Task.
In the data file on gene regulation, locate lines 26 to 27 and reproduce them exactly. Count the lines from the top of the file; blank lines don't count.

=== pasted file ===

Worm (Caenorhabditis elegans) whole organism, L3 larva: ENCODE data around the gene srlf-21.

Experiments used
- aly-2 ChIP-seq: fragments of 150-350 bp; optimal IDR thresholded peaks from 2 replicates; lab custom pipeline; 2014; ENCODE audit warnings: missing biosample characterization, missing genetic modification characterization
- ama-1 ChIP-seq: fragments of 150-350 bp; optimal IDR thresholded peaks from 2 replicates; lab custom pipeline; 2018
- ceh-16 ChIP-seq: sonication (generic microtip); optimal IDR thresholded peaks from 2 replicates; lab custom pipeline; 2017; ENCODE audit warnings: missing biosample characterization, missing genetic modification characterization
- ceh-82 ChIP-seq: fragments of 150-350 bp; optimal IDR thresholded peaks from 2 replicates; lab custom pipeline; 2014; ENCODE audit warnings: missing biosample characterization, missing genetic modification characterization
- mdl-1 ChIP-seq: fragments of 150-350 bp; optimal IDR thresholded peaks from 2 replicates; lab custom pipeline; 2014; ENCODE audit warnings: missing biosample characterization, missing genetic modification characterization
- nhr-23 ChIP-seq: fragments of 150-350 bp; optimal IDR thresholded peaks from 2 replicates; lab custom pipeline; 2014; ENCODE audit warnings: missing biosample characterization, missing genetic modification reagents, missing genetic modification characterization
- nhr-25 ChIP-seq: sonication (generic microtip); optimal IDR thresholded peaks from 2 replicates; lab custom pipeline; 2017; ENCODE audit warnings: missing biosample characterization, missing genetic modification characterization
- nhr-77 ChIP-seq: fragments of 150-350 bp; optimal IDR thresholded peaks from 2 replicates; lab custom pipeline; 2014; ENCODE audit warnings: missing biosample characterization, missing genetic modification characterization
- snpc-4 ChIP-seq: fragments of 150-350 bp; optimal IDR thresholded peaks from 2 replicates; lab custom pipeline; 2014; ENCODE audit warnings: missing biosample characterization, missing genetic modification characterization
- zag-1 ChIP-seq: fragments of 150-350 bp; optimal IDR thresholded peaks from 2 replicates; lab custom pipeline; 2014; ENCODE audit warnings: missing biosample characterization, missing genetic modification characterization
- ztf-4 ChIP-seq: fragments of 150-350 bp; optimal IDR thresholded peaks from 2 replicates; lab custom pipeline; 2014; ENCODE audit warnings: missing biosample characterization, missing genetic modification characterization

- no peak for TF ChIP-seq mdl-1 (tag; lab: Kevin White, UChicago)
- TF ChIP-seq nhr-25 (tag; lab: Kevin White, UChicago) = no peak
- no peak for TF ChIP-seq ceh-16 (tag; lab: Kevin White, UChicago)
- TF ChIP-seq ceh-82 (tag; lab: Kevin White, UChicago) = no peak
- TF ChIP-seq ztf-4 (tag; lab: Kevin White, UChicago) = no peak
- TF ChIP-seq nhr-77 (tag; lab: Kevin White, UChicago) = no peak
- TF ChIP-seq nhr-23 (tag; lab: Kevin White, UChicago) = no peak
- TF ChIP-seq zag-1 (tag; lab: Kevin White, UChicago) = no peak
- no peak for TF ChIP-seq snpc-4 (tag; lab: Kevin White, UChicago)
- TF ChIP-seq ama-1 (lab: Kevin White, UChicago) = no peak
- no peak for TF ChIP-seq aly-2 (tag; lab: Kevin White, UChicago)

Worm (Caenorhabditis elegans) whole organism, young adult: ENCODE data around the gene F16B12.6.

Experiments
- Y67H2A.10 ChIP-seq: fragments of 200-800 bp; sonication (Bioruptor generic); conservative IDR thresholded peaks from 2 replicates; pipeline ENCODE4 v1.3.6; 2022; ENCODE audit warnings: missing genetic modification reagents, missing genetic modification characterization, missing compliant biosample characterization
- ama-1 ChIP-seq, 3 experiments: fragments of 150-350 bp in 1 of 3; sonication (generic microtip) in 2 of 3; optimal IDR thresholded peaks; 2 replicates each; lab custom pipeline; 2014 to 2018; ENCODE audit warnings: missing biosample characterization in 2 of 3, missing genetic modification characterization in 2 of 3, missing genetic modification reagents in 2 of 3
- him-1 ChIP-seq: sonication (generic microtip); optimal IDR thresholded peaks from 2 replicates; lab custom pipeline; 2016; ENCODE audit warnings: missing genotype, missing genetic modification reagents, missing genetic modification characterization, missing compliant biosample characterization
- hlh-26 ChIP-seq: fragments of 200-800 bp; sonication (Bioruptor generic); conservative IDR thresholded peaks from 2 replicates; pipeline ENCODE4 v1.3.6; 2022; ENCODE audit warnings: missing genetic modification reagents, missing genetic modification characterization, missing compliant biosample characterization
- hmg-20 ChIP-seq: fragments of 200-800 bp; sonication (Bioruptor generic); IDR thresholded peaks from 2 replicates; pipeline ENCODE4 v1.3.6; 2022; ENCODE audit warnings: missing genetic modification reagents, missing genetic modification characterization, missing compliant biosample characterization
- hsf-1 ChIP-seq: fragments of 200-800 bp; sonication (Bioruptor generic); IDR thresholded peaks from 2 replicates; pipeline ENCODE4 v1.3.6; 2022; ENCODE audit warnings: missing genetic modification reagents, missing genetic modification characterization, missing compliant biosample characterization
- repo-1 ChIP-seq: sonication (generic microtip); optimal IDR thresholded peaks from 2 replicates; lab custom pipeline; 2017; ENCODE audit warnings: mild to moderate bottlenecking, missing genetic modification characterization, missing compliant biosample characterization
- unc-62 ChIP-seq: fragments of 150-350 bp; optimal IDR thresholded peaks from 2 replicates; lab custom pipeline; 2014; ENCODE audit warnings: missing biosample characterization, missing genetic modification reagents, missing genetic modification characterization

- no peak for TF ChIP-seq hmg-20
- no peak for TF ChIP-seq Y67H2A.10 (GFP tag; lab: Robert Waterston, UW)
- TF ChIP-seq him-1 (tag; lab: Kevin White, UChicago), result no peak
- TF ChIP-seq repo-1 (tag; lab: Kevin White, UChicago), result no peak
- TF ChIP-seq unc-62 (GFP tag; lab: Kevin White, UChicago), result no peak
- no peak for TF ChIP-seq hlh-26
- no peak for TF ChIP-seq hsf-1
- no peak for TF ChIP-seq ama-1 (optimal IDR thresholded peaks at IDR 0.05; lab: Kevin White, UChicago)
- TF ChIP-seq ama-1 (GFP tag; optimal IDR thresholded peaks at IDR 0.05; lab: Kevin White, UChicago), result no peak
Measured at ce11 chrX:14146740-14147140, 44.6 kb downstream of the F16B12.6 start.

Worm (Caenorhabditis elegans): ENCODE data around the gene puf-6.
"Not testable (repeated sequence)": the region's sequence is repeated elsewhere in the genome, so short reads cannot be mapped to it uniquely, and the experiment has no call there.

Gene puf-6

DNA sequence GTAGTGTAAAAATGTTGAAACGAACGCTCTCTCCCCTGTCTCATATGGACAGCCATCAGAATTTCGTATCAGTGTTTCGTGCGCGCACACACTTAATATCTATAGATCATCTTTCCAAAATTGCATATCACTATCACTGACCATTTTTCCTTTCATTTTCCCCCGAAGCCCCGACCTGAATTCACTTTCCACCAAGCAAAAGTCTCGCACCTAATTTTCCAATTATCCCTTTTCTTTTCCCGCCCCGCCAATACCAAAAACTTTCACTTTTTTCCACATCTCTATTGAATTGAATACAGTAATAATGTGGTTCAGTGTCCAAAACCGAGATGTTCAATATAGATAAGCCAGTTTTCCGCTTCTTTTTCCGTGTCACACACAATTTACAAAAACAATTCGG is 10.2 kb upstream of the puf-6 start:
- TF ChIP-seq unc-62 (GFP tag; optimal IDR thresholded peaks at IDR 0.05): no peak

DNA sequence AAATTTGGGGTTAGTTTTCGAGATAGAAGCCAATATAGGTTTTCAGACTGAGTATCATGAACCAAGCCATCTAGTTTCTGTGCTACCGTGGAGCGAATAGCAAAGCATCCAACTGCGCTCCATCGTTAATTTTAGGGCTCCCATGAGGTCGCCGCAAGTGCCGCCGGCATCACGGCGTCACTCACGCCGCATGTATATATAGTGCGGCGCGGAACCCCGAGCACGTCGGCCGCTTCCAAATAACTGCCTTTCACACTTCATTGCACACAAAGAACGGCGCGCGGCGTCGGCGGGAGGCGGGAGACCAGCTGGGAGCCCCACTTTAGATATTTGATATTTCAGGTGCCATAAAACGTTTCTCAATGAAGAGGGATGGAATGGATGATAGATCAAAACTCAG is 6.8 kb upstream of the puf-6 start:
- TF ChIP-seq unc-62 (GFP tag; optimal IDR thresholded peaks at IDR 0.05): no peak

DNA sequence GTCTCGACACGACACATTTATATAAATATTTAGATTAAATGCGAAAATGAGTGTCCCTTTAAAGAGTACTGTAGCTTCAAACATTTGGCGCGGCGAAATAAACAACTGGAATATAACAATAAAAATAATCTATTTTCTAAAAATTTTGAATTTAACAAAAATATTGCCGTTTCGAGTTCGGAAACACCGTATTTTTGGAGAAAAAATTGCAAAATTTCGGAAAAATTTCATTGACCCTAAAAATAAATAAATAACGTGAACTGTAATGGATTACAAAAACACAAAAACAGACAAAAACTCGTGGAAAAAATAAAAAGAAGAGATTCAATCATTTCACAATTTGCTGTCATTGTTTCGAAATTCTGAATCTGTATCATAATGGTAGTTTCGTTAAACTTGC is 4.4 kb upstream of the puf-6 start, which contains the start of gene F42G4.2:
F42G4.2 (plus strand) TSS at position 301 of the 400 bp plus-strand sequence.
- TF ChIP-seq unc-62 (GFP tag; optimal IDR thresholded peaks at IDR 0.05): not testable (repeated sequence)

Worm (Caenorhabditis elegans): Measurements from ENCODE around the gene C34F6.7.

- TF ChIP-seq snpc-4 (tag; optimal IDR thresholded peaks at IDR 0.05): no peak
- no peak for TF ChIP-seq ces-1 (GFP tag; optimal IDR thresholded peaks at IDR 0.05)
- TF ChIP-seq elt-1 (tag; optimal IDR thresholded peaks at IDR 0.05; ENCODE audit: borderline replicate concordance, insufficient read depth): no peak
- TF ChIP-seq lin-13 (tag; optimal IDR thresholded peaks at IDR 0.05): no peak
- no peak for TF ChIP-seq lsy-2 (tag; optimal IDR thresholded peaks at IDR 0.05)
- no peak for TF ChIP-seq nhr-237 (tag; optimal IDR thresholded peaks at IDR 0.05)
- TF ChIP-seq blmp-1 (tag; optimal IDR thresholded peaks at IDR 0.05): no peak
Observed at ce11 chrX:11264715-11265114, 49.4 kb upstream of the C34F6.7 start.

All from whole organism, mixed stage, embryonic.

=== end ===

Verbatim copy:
Experiments
- Y67H2A.10 ChIP-seq: fragments of 200-800 bp; sonication (Bioruptor generic); conservative IDR thresholded peaks from 2 replicates; pipeline ENCODE4 v1.3.6; 2022; ENCODE audit warnings: missing genetic modification reagents, missing genetic modification characterization, missing compliant biosample characterization